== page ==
3. Never a need to carry hot stoves since the stoves will cool overnight.
  4. Cold stoves can be fueled in the morning, reducing hazard of fueling just before lighting.  Remember, stoves are always placed on the ground when cooking or refueling.  Never place the stoves on anything above the ground level.
  5. Crew only needs to carry two eight-quart pots, one lid (fry pan with handle), one big cooking spoon, one pair of hot tongs, and one spatula.
  6. And most important, cleanliness!

Summary:  This whole process can be choreographed such that many of the above processes are going on simultaneously – see prior Watchu Grams on crew organization and operations.  The whole works – meal preparation, a leisurely filling meal, and clean up – can easily be completed in 45 minutes or less.

Yes, sometimes the breakfast contains hot chocolate and/or oatmeal.  Many crews save the hot chocolate for an evening treat.  And you may find it advantageous to use the old “add cold water to the envelope and squeeze” approach for a quick get-away oatmeal breakfast.  There may be times when the best approach is to get out of camp and on your way by rising early, striking camp, packing, policing your site, and then eating breakfast a half hour down the trail.

There may also be a few mornings when you would rather have a relaxed start; most often when you have a layover and will not be hiking that day, or are headed to an un-staffed camp for the night.  The hot chocolate and hot oatmeal can be saved for such a day when your trail plan does not require a quick start and there will be time for the stoves to cool before putting them in your pack.  Note that Philmont recommends that the three meals for a given day be eaten on the same day – if you set aside Breakfast 7 for a layover day, also set aside Lunch 7 and Dinner 7 for later that day.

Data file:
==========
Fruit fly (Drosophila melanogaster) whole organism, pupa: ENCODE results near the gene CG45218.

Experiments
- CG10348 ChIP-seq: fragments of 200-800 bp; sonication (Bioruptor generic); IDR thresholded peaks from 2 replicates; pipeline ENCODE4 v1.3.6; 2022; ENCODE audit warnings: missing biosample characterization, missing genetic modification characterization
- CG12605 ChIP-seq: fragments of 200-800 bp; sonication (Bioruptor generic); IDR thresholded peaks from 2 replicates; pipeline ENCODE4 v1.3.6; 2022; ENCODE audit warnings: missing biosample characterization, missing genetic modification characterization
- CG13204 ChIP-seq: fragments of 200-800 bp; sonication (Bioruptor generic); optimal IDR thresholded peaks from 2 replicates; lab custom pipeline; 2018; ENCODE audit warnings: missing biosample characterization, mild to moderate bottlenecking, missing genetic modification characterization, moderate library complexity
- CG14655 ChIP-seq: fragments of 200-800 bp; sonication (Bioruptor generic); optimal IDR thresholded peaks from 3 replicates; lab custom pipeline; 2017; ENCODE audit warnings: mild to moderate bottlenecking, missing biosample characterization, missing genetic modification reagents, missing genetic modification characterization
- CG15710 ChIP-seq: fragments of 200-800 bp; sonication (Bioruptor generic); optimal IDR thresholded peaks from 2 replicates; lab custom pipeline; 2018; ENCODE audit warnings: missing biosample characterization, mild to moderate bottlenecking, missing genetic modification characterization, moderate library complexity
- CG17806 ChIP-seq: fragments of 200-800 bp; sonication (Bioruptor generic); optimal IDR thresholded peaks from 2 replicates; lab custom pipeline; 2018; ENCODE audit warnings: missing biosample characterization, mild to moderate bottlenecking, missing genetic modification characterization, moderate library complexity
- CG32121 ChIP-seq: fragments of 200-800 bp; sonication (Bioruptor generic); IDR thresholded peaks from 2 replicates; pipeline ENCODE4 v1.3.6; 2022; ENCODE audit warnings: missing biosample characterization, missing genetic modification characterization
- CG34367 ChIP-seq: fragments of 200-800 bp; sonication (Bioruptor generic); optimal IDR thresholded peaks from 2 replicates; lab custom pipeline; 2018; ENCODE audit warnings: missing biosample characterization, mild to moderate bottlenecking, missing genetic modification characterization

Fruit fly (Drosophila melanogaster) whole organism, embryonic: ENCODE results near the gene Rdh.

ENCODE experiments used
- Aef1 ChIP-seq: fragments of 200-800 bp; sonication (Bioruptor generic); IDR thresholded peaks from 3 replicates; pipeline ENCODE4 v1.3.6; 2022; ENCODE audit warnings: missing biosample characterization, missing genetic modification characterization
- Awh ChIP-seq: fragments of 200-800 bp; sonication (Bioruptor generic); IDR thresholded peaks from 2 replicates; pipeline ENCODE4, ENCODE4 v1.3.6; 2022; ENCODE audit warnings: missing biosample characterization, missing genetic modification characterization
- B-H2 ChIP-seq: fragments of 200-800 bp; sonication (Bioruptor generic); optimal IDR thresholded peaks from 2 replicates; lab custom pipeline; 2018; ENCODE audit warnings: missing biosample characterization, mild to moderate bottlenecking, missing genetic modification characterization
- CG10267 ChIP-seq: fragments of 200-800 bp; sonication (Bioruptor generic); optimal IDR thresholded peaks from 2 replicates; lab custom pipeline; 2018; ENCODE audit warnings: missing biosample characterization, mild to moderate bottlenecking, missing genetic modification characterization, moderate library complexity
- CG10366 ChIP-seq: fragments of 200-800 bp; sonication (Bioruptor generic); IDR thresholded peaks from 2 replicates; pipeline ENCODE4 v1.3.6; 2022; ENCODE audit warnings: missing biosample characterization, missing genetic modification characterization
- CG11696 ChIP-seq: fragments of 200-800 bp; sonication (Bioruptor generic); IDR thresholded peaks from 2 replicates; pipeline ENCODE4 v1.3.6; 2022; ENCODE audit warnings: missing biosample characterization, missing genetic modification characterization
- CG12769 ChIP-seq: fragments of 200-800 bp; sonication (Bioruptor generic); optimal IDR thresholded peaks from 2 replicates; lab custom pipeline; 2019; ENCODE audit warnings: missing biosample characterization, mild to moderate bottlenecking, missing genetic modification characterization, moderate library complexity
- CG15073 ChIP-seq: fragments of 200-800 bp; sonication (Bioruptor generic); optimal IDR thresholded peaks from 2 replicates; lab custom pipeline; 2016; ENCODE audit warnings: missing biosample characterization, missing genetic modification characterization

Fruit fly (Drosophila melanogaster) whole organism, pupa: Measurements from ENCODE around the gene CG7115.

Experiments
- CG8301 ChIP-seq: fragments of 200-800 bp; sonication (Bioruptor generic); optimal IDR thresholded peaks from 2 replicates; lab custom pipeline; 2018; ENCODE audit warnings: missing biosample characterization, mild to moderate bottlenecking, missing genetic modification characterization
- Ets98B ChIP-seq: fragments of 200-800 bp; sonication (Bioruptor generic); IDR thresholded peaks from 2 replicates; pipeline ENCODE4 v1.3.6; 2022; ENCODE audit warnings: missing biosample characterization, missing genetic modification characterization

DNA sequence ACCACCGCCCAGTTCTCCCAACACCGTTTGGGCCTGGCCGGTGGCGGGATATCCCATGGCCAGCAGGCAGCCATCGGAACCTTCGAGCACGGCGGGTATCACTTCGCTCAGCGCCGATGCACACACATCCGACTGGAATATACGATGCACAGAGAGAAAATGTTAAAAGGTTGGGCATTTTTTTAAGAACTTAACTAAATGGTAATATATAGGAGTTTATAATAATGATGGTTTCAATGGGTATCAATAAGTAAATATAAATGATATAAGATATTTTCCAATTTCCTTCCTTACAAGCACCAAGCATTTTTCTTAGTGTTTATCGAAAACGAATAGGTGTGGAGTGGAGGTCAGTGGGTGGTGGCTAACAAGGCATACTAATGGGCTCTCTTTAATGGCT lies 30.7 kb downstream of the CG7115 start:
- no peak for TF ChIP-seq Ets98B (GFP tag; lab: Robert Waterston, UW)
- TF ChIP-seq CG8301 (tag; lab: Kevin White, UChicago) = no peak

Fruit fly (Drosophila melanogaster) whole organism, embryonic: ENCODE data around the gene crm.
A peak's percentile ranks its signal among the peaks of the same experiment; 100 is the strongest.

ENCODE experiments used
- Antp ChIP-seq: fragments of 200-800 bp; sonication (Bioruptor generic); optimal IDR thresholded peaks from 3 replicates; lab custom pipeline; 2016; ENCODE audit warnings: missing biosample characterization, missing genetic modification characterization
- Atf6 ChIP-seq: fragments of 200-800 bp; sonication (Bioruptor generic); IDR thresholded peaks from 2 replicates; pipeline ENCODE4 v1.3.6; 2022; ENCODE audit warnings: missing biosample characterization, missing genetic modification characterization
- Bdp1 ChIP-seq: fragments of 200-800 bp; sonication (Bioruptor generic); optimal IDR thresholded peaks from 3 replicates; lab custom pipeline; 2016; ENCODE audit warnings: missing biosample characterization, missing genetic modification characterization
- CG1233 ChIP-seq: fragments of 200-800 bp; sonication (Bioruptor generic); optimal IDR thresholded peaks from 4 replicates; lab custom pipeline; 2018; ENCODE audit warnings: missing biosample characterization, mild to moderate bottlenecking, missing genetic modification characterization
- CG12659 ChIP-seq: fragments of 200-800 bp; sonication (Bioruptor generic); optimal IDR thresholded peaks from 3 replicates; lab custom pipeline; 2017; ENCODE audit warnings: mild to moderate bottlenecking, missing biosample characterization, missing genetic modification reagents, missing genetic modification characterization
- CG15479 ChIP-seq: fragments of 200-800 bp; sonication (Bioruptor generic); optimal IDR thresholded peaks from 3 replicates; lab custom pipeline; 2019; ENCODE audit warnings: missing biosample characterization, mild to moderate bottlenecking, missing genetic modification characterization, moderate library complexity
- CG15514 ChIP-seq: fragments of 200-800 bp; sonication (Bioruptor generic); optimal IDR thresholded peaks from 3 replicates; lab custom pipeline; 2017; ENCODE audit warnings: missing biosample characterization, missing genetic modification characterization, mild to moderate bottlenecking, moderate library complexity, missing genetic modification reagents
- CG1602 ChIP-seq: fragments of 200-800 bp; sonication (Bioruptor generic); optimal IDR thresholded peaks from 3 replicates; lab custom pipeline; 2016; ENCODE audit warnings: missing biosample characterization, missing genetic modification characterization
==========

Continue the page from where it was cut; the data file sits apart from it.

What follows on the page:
Note:  Your Ranger may teach a slight variation of the process described above where all the water for the meal and cleanup is heated in one pot, eating utensils are sterilized, and boiling water is added to the second pot containing the contents of the dinner packages.  The remaining water in the first pot is then used after the meal for cleanup.


Watchu Mountain Adventure:  The Watchu Team will review the entire two-pot meal process during the Watchu Mountain Adventure.  Bring the items specified in point #5 above and you will have the opportunity to practice the two pot system with real Philmont food.


Philmont Mailings and Online Trek Selection:  Pass codes for each crew have begun arriving at the Council offices.  They will be forwarded in the coming days to the Lead Advisor for each crew.

Your crew should meet this week (if you haven’t already), identify and rank your five choices from the 35 available itineraries, and complete your ” Itinerary Selection Worksheet.”  Note it appears hyphens are needed in your Expedition Crew Number (for example, 705-X-04) and that your crew’s access code for the online itinerary selection process is case sensitive.

Hint:  The online process is also used to confirm your arrival information.  However, it in not necessary to do that at the same time you are selecting your trek.  Enter everything necessary for trek selection and submit it.  After your trek is confirmed, go back and enter the arrival information.  That information, given at the March Briefing, will be repeated in a coming Watchu Gram.


Phil Fact:  Charles Dawes, Vice President of the United States, 1924-1928, was Waite Phillips’ guest at Rayado Lodge (today’s Fish Camp) in July, 1928.


For friendship and fellowship at Fish Camp!

Charles Dawes
Washington, D.C.